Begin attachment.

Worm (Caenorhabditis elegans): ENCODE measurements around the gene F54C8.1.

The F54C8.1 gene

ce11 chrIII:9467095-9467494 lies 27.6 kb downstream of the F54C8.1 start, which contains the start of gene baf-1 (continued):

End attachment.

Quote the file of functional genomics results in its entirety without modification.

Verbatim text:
Worm (Caenorhabditis elegans): ENCODE measurements around the gene F54C8.1.

The F54C8.1 gene

ce11 chrIII:9467095-9467494 lies 27.6 kb downstream of the F54C8.1 start, which contains the start of gene baf-1 (continued):